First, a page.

Naturally, an app only performs well if it is loading within a couple of seconds or whatever device or OS is used to access it. As with the above two points, the best way to gauge current load speed is to check how your app loads on different real devices.
- Don’t forget that your app will probably work under varied network conditions.
- Your test infrastructure should allow you to perform network throttling to monitor app performance at lower network strengths like 2G or Edge.
Read More: Performance Testing: A Detailed Guide
4. Load Bearing Capability
Mobile apps should be able to function even when they are bombarded by an unusually high number of user requests.
For example, let’s say that an airline booking app has to deal with millions of people trying to change or cancel their flights due to a natural disaster that occurred recently. With thousands or perhaps millions of users trying to operate the app simultaneously, does it still work as expected? Or does it crash?
- Load Testing answers these questions after which developers identify optimization opportunities to deal with expected load, and perhaps even a little higher just to be safe.
- With every iteration, load tests identify and remove performance bottlenecks under specific user volumes, leading to greater stability and functionality under stress.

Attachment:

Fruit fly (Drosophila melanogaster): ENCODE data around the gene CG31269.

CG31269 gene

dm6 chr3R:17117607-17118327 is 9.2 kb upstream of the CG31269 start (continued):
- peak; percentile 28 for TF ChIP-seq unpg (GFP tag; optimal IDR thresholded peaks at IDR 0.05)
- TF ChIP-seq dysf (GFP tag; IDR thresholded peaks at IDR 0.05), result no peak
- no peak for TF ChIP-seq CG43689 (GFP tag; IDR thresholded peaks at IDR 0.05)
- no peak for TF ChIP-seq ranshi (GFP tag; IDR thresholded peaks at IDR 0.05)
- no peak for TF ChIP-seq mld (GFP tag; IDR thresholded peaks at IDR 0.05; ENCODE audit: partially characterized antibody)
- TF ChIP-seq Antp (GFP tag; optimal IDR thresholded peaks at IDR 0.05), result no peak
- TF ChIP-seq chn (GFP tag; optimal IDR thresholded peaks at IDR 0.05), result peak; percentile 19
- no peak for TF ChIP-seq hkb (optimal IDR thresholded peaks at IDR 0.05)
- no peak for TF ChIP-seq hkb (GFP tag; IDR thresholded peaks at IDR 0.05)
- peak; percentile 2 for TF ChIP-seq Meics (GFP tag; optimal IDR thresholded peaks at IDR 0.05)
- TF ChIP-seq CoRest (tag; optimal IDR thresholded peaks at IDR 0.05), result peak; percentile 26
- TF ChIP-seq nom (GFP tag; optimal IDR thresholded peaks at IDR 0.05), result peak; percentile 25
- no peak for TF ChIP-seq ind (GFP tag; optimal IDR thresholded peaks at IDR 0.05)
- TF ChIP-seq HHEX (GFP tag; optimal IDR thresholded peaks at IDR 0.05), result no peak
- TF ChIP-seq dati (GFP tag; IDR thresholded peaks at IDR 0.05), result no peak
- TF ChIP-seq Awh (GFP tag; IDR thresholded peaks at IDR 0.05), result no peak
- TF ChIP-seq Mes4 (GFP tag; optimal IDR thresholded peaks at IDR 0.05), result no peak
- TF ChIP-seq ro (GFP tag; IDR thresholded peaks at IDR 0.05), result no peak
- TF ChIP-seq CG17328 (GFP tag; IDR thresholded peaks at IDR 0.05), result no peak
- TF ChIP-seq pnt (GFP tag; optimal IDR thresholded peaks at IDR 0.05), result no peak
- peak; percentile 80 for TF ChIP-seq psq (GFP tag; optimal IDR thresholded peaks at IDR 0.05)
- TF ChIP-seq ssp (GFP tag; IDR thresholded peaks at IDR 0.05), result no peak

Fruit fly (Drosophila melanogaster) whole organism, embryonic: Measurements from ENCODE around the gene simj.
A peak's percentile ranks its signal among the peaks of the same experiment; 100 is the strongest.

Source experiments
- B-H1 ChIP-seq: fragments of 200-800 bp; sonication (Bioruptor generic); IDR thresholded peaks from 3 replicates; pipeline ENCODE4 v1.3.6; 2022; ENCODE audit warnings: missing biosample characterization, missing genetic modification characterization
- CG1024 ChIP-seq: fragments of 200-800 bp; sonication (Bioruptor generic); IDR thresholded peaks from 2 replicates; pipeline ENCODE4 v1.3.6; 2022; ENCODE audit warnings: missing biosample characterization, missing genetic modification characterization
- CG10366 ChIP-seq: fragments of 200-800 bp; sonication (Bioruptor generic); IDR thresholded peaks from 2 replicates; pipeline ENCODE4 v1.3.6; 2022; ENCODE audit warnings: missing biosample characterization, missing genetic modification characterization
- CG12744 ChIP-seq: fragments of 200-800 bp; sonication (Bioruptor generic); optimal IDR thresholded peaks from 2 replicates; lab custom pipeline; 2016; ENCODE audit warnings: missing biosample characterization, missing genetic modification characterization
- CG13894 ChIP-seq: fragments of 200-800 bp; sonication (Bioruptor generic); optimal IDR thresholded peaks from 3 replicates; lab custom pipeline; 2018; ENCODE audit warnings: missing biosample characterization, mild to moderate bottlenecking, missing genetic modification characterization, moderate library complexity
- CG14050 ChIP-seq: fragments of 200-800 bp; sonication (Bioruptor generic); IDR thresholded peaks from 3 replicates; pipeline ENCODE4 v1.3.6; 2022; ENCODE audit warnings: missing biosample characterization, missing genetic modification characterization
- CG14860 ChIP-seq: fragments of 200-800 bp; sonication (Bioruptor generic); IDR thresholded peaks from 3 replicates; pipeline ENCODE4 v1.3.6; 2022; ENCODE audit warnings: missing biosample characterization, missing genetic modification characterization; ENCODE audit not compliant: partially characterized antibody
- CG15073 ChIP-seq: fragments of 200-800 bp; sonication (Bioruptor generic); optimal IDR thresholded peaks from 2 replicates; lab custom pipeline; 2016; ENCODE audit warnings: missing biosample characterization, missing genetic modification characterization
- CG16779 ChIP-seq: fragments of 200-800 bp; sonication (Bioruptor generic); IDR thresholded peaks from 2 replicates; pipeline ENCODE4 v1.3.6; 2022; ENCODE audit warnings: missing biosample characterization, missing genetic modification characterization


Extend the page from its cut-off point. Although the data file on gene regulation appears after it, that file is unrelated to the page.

5. Stress Testing
Stress tests usually go in tandem with load tests. In this case, the app will be inundated with simulated user requests until it breaks. The point of such a test is to identify the app’s breakpoint so that it can be optimized to accommodate more requests.
For example, let’s say that the aforementioned airline app needs an upgrade after a natural disaster incident. The dev team wants to check exactly at what number of user requests it finally stopped functioning, how app function slowed down, and at what number the app performed so badly that users started to bounce.
This is accomplished through Stress Testing.
Read More: What is Monkey Testing
6. Spike Testing
These tests are similar to stress and load testing, but the scenario is different. Spike tests check if the app can handle a sudden increase in user requests for a particular duration.